I finally went to the clinic of my orthopedic doctor at Makati Medical Center yesterday to receive that much needed treatment for my trigger thumb, a steroid injection. First, the site of injection was sanitized with alcohol, then the local anesthesia was given (that hurt!), and finally the steroid was administered (a tiny prick was all I felt this time). The whole procedure was done in less than 10 minutes. It was that fast!
I started experiencing pain and discomfort in the thumb of my right hand a week before New Year 2021. What exactly was I feeling? My right thumb is always in a bent position. It’s hard to straighten it because doing so produces a clicking sound as if the bones are rubbing against each other. Now imagine the pain that goes with every movement of my thumb each time I am doing household chores and personal activities that require the use of my hands.
Not only was there a clicking sound in the thumb when straightening it or when making it go back to its original bent position, but there was also a lingering pain at the base of the thumb. Practically everything I do using my right hand is painful. The activities I usually perform without breaking a sweat– like cutting my nails, opening the faucet, wringing clothes while hand-washing, brushing our bathroom tiles, and even holding a bar of soap when showering – literally become agonizing.
I finally decided to consult an orthopedic doctor online last January 23, but before I did, I made a thorough online research of what exactly I was experiencing, and that’s where I found the term for it: trigger thumb.
According to Cleveland Clinic, a trigger thumb is a condition whereby the thumb gets stuck in a bent position. If it’s the other fingers, then it’s called trigger finger. The bent position of the thumb/finger resembles the act of “squeezing a trigger,” hence, the name trigger thumb/trigger finger. The thumb or finger is stiff and moving it produces a clicking, popping, or snapping sound. Another term for trigger thumb and trigger finger is stenosing tenosynovitis.
What Causes the Thumb/Finger to Be Stuck in a Bent Position?
We can move our thumb/fingers with the help of tendons. Tendons are tissues that join muscles to bones. Tendons glide easily because of tissues called sheaths. Our tendons become swollen when we have a trigger thumb/trigger finger. When tendons are inflamed, they can no longer slide through the sheaths. A nodule or bump may also form in the tendons which makes gliding through the sheaths even harder.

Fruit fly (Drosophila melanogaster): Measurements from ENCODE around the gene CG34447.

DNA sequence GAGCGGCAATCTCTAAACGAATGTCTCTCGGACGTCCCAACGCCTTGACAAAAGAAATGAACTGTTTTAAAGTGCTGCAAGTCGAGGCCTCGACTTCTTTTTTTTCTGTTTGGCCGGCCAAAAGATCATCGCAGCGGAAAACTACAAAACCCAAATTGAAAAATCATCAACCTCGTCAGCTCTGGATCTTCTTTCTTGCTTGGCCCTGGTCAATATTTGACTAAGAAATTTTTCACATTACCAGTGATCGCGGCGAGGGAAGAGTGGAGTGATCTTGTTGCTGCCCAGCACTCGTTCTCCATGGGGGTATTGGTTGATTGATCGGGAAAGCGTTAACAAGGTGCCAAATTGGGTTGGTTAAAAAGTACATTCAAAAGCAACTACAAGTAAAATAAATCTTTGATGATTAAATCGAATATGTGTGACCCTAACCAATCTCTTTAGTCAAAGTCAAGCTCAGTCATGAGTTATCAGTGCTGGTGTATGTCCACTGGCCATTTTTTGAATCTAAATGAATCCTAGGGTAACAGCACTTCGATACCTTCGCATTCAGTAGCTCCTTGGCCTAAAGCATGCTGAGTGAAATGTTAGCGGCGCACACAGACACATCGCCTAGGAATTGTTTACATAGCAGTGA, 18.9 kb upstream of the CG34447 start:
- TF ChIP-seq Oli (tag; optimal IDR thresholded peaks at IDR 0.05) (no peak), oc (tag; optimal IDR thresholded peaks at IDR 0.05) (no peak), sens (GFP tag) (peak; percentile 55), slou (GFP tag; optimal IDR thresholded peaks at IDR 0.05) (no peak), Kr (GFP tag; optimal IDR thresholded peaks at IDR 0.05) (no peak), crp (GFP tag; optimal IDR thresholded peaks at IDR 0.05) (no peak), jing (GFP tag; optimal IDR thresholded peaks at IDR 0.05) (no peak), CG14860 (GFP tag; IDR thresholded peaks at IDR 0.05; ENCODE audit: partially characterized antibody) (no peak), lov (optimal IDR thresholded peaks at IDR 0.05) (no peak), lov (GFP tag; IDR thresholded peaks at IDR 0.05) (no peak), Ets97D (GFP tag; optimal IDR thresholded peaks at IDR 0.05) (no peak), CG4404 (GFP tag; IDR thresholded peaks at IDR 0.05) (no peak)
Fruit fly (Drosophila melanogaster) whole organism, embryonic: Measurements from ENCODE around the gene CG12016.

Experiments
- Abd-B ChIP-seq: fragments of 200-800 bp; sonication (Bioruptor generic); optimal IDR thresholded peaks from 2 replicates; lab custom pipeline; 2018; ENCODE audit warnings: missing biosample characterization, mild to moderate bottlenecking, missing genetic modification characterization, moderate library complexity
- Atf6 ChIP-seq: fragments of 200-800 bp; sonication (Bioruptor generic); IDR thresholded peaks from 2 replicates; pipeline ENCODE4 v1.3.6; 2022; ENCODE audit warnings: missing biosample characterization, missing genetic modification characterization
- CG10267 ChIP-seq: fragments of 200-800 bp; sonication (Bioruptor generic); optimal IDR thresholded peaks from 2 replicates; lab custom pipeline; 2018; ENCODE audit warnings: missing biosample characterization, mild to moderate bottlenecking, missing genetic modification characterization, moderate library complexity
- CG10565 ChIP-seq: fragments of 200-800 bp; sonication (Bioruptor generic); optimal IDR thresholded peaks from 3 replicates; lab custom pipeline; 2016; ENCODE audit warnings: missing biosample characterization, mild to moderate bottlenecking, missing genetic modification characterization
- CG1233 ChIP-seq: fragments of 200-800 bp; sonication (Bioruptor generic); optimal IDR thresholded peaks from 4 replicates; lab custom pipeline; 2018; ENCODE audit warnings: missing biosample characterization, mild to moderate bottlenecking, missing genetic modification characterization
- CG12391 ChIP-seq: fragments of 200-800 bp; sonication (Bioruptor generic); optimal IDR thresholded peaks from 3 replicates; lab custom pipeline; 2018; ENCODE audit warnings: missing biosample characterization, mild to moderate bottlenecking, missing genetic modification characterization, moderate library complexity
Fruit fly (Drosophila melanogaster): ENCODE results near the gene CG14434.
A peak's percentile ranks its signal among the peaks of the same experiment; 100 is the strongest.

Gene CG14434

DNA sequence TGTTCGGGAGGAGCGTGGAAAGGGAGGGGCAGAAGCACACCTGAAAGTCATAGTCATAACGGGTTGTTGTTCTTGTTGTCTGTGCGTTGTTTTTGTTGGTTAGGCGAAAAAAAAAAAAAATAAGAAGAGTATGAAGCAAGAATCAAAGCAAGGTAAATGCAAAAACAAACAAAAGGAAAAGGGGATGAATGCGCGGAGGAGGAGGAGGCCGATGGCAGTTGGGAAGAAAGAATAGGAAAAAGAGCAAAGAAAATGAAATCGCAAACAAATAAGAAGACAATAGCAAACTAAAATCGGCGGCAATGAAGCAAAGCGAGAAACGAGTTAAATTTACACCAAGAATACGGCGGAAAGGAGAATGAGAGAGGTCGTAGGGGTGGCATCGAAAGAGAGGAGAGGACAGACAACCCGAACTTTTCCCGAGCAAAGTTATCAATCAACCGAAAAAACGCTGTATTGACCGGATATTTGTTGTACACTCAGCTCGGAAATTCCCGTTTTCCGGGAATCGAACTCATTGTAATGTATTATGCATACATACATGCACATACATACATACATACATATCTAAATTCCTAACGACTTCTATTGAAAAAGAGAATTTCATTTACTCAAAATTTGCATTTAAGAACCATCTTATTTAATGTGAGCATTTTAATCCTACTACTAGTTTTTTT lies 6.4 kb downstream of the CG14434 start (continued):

Who Are Susceptible to Trigger Thumb/Trigger Finger?
• People whose work or activities require strenuous repetitive movement of their thumb/fingers, like musicians or farmers
• People with diabetes, gout, or arthritis
• People between 40 and 60 years old
• More common in women than in men
After knowing about these facts, I realized I fall into all four categories listed above. First, when lockdown started last March 2020, the bulk of household chores fell on my shoulders. To avoid getting COVID from outside our home, we stopped sending our dirty clothes to the laundry shops. Instead, I handwashed all of them, including the towels, blankets, and bedsheets. Because I was washing our clothes once a week, it took me several hours to finish this task. This certainly put a lot of pressure on my thumb.
Second, we have a history of arthritis in the family. I also remember experiencing tendonitis of the elbow a few years ago, though, I’m not really sure if it has something to do with rheumatoid arthritis. I’m also in my late forties, so my age falls between the 40 to 60 range. Finally, my gender makes me more prone to it.
What Are the Symptoms of Trigger Thumb/Trigger Finger?
• Clicking, snapping, or popping sound when moving the thumb/finger
• Pain and stiffness of the thumb/finger
• Pain at the base of the thumb/finger, more noticeable when you grasp or grip
• Swelling or tenderness at the base of the finger
• Bent position of the thumb/finger that’s difficult to straighten
• With constant use of the hand, the stiffness diminishes
HHow to Treat Trigger Thumb/Trigger Finger?
• Rest the thumb/finger.
• Use a splint to prevent movement of the thumb/finger.
• Take anti-inflammatory drugs.
• Consider steroid injection.
• If condition recurs, surgery is recommended.
In my case, my ortho doctor didn’t ask me to rest my thumb/trigger, use a splint, or take anti-inflammatory medication. He suggested the steroid injection for my trigger thumb. Yesterday, my husband and I went very early to my ortho doctor’s clinic at Makati Medical Center to have the steroid injection done, which cost Php2,500. I also paid a consultation fee of Php1,000.
My ortho doctor told me to observe my thumb for a month. If the condition doesn’t improve, then I’ll have a second steroid injection. If that still doesn’t work, then the last option would be surgery.
Have you or someone you know experienced trigger thumb or trigger finger before? How did you/they resolve it?